Seafood is lifesaving. According to a Harvard study, eating 8 ounces of seafood each week reduces the risk of dying from heart disease by 36%. Heart disease is the No. 1 cause of death for women worldwide. Heart disease and stroke cause 30 percent of all deaths globally, and 800,000 deaths each year in the United States.
Seafood is a nutrient-rich food, high in vitamins and omega-3 fatty acids, yet only 1 in 5 Americans eat seafood twice per week, as recommended by the USDA. Eating 8 to 12 ounces of seafood per week when pregnant can improve a baby’s IQ, cognitive development, and eye health. Older adults with high fish consumption live an average of 2.2 years longer.
Those struggling to feed their families face the burden of not only getting enough to eat, but also accessing nutrient-rich foods that promote good health and help reduce the risk of chronic disease. Seafood is a high-quality protein that contains essential vitamins and minerals. SeaShare exists to provide food banks and feeding centers access to nutritious seafood.
How do the vitamins and minerals in seafood affect your body?
Seafood provides essential nutrients to the body. These include vitamins A, B, and D, as well as omega-3 fatty acids. Fish is also rich in calcium and phosphorus and a great source of minerals, such as iron, zinc, iodine, magnesium, selenium, and potassium. Vitamin A helps protect vision and boost immune systems. B-complex vitamins influence energy production, metabolism, and concentration. Seafood is one of the only food sources of Vitamin D, which promotes healthy bone growth, calcium absorption, and boosts immune system efficiency and cell growth.
Two omega-3 fatty acids found in fish are EPA (eicosapentaenoic acid) and DHA (docosahexaenoic acid). Our bodies don't produce omega-3 fatty acids so we must get them through the food we eat. Omega-3 fatty acids are found in every kind of fish, but are especially high in fatty fish such as salmon, trout, sardines, herring, mackerel, tuna, and oysters. A study funded by CDC of 12 modifiable dietary, lifestyle, and metabolic risk factors in the United States found that eating seafood for essential omega-3 fatty acids can prevent 84,000 deaths each year.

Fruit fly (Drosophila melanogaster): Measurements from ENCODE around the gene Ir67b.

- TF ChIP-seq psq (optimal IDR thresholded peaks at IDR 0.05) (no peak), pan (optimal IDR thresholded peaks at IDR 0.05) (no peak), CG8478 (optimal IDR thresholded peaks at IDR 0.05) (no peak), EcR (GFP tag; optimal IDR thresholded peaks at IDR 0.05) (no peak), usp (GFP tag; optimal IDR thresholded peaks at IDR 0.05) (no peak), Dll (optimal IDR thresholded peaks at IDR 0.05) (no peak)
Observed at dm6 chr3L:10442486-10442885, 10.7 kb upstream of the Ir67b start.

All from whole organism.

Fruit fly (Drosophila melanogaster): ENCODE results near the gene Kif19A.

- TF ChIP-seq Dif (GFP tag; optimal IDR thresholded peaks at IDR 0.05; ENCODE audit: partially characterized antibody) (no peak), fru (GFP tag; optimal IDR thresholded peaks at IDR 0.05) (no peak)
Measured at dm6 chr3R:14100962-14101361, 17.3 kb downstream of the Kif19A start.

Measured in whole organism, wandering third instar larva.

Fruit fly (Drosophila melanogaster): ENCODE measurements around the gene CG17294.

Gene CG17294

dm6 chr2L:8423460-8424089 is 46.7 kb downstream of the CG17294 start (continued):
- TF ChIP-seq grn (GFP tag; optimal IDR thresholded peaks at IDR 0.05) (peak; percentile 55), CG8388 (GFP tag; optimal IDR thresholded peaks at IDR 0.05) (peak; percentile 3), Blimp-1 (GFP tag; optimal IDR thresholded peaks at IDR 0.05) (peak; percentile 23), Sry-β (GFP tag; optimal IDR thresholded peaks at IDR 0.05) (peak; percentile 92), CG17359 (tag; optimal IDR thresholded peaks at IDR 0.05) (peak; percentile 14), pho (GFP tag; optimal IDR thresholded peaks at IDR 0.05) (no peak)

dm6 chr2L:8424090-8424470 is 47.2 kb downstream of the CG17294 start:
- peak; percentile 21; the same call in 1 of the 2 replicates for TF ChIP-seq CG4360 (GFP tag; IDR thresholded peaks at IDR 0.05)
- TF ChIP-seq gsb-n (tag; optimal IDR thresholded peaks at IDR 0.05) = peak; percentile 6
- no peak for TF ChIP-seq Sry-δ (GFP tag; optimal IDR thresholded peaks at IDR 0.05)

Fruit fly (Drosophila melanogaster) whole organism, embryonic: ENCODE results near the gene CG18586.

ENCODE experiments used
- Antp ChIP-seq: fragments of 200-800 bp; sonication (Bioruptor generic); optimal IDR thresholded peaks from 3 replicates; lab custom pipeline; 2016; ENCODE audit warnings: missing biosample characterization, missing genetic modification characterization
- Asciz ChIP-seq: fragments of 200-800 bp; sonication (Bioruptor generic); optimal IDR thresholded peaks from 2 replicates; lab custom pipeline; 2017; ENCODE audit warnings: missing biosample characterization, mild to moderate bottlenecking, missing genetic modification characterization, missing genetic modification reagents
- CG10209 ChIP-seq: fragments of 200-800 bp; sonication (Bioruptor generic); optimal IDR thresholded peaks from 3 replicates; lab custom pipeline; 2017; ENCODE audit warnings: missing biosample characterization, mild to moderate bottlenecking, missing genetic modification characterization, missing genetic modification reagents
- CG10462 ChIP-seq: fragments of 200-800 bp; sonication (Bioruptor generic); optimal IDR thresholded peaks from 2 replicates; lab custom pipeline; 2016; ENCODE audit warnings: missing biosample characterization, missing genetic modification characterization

The omega-3 fatty acids present in seafood have myriad health benefits:
- Helps maintain a healthy heart by lowering blood pressure and reducing the risk of sudden death, heart attack, abnormal heart rhythms, and strokes.
- Aids healthy brain function and infant development of vision and nerves during pregnancy.
- May decrease the risk of depression, ADHD, Alzheimer’s disease, and dementia.
- May reduce the chance of developing diabetes and the metabolic syndrome that precedes it. Evidence suggests that higher consumption of omega-3s or fatty fish may also have a positive effect on glucose and insulin metabolism. These fatty acids also tone down the inflammatory processes that contribute to diabetes.
- May prevent inflammation and reduce the risk of arthritis.
- Seafood makes you smarter. People who eat fish frequently shown to have 14% larger brain hippocampus - the big memory and learning center.
Seafood Nutrition in Pregnancy and Infancy
Pregnancy increases the need for nearly all nutrients, but some nutrients must be available at specific times for the baby’s optimal development. Several of these are most abundant in fish—selenium and iodine, and the omega-3 fatty acid DHA, which occurs almost exclusively in fish. These nutrients, along with other long-chain polyunsaturated fatty acids (EPA and arachidonic acid) are critical for the development of the baby’s organs, especially the brain and eyes.
Eating foods rich in DHA is especially important in the last three months of pregnancy and for the baby’s first two years while the brain is developing. After that, the rate of brain and eye growth slows, but the need for DHA continues throughout childhood.
Babies who obtain DHA from breast milk or DHA supplemented infant formula may score better on developmental and visual tests compared with infants fed formula without DHA. They also have more mature nervous systems. Some studies suggest that children who are well nourished in DHA are better able to learn and less likely to develop learning or behavioral abnormalities compared with children who have consumed little DHA.